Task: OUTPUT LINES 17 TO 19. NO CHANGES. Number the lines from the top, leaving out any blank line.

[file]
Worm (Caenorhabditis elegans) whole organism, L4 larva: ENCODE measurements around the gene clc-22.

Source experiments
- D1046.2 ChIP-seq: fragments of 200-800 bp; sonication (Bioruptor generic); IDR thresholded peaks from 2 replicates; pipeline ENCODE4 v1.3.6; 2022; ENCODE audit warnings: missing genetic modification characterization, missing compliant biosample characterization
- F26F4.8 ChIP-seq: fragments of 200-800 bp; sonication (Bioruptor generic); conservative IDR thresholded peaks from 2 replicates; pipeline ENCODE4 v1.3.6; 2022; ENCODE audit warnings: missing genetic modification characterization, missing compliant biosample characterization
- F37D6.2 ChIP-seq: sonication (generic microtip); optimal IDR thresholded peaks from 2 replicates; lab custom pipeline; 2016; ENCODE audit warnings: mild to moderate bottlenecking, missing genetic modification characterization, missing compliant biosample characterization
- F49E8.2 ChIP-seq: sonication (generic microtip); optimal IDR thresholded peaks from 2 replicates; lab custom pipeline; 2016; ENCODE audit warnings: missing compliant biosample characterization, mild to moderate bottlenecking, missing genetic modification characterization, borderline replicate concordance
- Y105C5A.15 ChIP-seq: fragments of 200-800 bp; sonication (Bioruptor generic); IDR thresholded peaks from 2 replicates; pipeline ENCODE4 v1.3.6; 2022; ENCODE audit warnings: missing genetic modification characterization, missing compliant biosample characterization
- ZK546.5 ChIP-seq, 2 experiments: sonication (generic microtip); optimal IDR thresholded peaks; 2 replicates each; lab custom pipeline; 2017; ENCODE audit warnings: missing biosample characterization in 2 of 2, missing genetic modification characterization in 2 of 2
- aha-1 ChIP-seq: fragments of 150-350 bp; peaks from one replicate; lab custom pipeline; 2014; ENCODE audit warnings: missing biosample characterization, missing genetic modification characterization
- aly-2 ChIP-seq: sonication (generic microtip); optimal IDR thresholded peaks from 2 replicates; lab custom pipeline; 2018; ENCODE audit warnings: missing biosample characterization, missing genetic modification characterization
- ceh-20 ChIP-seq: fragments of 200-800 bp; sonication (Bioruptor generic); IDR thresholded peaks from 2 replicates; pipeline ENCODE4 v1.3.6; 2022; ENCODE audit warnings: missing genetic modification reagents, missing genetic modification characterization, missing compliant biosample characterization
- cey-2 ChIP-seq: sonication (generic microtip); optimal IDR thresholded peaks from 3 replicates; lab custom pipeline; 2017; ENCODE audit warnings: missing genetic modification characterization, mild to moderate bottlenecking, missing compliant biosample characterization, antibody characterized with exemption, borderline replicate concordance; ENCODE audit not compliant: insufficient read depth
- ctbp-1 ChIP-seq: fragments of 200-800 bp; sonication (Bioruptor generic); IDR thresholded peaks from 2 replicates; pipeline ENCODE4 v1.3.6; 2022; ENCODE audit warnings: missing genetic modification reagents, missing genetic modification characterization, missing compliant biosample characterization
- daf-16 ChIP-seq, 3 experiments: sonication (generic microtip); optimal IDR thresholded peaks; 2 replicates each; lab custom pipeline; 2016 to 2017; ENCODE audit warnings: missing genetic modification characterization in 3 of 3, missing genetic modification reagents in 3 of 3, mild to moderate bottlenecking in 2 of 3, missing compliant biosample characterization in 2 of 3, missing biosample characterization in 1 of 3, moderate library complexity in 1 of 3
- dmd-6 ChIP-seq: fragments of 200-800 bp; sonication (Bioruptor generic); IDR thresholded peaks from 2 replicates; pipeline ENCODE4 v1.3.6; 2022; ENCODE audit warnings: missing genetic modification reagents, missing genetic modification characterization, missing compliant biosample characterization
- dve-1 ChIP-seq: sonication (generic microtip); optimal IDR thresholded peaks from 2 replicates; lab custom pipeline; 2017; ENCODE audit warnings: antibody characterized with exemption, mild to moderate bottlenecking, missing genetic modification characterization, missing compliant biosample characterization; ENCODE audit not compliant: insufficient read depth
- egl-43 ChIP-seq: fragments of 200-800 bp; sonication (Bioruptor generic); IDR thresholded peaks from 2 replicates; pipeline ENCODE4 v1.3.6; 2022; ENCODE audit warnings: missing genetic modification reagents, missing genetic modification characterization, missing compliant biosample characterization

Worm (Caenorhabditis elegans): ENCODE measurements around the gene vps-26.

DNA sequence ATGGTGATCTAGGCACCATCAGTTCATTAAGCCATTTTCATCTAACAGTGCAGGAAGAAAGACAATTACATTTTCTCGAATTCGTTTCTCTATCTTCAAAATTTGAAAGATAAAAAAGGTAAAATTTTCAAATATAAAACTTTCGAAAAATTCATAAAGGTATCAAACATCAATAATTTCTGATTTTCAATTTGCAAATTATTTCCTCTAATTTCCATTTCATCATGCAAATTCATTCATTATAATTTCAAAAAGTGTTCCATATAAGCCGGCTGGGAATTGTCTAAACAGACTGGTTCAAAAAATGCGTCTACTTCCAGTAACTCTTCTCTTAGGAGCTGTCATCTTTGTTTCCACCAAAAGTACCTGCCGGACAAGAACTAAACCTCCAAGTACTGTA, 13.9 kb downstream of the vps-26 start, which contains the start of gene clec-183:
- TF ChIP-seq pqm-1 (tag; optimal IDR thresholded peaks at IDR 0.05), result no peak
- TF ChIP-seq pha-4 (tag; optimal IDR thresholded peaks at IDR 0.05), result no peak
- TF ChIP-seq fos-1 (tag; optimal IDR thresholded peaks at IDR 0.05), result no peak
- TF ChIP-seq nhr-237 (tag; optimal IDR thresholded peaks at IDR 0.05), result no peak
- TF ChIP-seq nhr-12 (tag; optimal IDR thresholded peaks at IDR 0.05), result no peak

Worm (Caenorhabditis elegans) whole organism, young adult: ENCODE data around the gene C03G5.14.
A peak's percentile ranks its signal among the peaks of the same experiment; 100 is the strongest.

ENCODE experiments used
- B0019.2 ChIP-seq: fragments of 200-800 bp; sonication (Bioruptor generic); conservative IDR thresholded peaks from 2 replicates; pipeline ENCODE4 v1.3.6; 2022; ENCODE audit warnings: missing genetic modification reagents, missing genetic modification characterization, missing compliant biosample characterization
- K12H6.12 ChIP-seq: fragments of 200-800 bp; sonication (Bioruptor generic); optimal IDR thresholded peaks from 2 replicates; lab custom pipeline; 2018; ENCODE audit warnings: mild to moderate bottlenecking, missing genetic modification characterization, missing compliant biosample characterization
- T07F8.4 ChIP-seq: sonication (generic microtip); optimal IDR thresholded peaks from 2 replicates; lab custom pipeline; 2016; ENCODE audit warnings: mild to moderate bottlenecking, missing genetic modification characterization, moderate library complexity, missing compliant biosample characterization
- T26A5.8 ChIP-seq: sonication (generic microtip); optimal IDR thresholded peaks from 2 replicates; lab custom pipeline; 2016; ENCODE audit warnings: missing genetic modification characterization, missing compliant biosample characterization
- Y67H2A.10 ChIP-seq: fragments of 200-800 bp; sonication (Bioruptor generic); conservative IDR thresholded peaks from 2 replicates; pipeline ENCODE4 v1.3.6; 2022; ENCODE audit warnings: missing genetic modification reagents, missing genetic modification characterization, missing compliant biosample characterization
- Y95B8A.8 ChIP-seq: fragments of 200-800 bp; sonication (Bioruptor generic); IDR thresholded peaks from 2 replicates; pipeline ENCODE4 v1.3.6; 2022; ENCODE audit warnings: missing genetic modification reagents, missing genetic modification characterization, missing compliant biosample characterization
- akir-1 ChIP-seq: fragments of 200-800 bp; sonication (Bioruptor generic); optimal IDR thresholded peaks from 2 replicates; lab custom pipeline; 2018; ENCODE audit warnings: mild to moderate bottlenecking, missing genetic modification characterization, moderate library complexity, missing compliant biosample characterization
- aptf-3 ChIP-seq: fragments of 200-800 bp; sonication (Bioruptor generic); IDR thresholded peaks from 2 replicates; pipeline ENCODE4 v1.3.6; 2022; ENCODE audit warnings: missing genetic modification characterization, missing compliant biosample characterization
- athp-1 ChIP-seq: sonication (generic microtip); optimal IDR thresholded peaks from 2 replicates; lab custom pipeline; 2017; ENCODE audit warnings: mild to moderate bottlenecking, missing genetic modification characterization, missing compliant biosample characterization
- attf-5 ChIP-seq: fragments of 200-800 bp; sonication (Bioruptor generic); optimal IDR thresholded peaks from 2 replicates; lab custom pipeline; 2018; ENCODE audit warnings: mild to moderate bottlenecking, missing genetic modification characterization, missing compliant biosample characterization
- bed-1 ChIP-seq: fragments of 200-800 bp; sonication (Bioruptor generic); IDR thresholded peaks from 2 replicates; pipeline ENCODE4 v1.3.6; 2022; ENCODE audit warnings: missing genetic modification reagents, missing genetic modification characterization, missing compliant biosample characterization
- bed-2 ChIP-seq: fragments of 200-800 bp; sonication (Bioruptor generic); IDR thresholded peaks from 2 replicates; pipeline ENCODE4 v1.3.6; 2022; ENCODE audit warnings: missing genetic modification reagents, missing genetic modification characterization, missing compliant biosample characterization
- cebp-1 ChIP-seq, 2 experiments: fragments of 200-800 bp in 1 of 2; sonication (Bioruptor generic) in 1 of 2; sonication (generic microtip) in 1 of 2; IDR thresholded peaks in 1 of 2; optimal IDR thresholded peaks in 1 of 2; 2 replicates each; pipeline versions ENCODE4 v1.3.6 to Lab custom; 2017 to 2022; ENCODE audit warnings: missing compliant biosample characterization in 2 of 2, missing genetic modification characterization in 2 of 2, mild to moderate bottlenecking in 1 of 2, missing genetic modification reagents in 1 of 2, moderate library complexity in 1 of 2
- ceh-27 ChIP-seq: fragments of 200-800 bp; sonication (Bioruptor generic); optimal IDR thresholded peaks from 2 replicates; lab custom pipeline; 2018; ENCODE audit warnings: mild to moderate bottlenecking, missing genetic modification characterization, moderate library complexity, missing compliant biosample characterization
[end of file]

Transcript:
- egl-43 ChIP-seq: fragments of 200-800 bp; sonication (Bioruptor generic); IDR thresholded peaks from 2 replicates; pipeline ENCODE4 v1.3.6; 2022; ENCODE audit warnings: missing genetic modification reagents, missing genetic modification characterization, missing compliant biosample characterization

Worm (Caenorhabditis elegans): ENCODE measurements around the gene vps-26.

DNA sequence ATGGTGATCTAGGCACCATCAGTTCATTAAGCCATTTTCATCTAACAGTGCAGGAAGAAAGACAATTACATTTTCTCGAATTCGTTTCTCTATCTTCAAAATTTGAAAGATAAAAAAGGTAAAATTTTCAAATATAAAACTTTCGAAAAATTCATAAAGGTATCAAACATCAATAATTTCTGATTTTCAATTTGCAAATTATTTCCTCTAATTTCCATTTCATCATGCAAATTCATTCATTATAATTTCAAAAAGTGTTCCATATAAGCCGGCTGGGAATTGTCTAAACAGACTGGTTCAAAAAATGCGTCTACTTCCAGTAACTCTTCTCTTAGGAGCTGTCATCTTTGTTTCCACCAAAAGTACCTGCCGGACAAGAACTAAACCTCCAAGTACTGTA, 13.9 kb downstream of the vps-26 start, which contains the start of gene clec-183: